creative writing

Genesis

Much made of little. Little made of knowledge. Knowledge made of scholarship. Scholarship made of textbooks. Textbooks made of terms. […]

Much made of little. Little made of knowledge. Knowledge made of scholarship. Scholarship made of textbooks. Textbooks made of terms. Terms made of semesters. Semesters made of weeks. Weeks made of days. Days made of decisions. Decisions made of mistakes. Mistakes made of love. Love made of mistakes. Mistakes made of blindness. Blindness made of darkness. Darkness made of curtains. Curtains made of dresses. Dresses made of flags. Flags made of nations. Nations made of wars. Wars made of beliefs. Beliefs made of Bibles. Bibles made of envelopes. Envelopes made of dust jackets. Dust jackets made of manuscripts. Manuscripts made of skin. Skin made of genetics. Genetics made of chromosomes. Chromosomes made of DNA. DNA made of nucleotides. Nucleotides made of adenine. Adenine made of C5H5N5. C5H5N5 made of molecules. Molecules made of atoms. Atoms made of protons, neutrons and electrons. Protons and neutrons made of quarks and gluons. Quarks and gluons made of guesses. Guesses made of uncertainty. Uncertainty made of humanity. Humanity made of God. God made of Bibles. Bibles made of paper. Paper made of trees. Trees made of wood. Wood made of rings. Rings made of silver. Silver made of moonlight. Moonlight made of fantasy. Fantasy made of cleverness. Cleverness made of ridicule. Ridicule made of Hondas. Hondas made of steel. Steel made of Superman. Superman made of Marvel. Marvel made of DC. DC made of politicians. Politicians made of turkey. Turkey made of banks. Banks made of efficacy. Efficacy made of ink. Ink made of blood. Blood made of candy. Candy made of chocolate. Chocolate made of God. God made of Bibles. Bibles made of laws. Laws made of men. Men made of women. Women made of women. Women made of women. Women made of women. Women made of women. Women made of women. Women made of women. Women made of women.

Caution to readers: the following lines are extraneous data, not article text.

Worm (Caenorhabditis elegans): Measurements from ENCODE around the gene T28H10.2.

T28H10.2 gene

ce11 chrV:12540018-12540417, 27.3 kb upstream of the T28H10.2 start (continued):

This article originally appeared in issue 15.3.5 (July, 2015).


A graduate of Harvard Law School and the Iowa Writers’ Workshop, Seth Abramson is the author of five collections of poetry, including DATA(BookThug, forthcoming 2016), Metamericana (2015), and Thievery (2013), winner of the 2012 Akron Poetry Prize. He is also series co-editor for Best American Experimental Writing (2015) and an assistant professor of English at the University of New Hampshire.